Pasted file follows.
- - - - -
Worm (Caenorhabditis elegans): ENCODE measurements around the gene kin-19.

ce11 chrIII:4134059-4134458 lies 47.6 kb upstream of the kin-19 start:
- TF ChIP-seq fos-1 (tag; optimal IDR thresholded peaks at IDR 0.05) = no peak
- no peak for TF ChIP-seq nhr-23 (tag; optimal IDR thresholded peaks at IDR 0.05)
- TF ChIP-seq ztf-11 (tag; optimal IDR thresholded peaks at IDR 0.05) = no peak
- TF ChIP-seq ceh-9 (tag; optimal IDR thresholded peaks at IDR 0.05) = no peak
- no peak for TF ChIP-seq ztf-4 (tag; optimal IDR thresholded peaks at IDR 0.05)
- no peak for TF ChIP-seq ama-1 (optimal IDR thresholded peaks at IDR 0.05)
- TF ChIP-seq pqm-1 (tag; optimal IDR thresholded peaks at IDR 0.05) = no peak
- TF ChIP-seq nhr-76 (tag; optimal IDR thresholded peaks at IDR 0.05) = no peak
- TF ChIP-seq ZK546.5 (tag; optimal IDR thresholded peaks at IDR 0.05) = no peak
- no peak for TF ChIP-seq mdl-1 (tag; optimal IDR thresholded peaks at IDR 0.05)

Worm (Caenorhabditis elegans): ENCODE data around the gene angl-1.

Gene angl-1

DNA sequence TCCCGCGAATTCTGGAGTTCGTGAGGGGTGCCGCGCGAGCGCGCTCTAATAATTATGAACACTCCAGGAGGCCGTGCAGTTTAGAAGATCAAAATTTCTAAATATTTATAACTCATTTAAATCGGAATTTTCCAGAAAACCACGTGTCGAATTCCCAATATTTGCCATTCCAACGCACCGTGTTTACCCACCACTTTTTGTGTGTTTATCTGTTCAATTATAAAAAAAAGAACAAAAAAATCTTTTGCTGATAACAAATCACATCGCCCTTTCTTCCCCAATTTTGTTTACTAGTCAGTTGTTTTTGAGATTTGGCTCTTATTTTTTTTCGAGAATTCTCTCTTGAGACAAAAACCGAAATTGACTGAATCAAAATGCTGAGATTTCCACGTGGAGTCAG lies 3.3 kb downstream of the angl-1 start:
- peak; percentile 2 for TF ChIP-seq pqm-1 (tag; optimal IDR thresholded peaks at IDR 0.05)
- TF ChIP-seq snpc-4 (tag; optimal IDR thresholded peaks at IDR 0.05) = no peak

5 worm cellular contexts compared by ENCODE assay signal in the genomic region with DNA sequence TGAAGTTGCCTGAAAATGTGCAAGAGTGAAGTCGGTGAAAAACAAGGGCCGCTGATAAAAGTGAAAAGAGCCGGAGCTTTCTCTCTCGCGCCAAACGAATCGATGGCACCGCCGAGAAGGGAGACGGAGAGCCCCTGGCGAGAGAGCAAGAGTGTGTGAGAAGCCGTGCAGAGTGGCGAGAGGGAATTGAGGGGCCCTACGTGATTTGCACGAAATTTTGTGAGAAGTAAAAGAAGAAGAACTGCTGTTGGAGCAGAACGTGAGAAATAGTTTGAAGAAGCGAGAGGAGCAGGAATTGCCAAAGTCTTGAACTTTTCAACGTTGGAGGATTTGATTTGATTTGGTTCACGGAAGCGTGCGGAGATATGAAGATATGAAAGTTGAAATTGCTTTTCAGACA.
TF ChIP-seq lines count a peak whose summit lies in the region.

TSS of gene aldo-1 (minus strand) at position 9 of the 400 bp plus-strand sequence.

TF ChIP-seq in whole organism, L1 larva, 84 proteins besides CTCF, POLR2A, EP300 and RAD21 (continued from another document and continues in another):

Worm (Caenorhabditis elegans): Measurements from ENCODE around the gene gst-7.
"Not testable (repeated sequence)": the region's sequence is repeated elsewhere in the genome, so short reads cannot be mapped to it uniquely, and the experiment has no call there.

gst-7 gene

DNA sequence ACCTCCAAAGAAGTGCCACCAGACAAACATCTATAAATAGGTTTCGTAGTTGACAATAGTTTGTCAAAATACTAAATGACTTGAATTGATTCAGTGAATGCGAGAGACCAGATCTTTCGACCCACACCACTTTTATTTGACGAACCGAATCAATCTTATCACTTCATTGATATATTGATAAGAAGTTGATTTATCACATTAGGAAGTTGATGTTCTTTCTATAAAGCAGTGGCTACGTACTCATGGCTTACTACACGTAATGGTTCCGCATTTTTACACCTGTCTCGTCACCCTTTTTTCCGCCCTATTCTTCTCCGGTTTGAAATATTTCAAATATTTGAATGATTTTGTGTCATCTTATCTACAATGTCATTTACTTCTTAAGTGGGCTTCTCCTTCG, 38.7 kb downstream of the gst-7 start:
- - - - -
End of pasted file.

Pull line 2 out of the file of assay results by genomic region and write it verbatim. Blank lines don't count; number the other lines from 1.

ce11 chrIII:4134059-4134458 lies 47.6 kb upstream of the kin-19 start: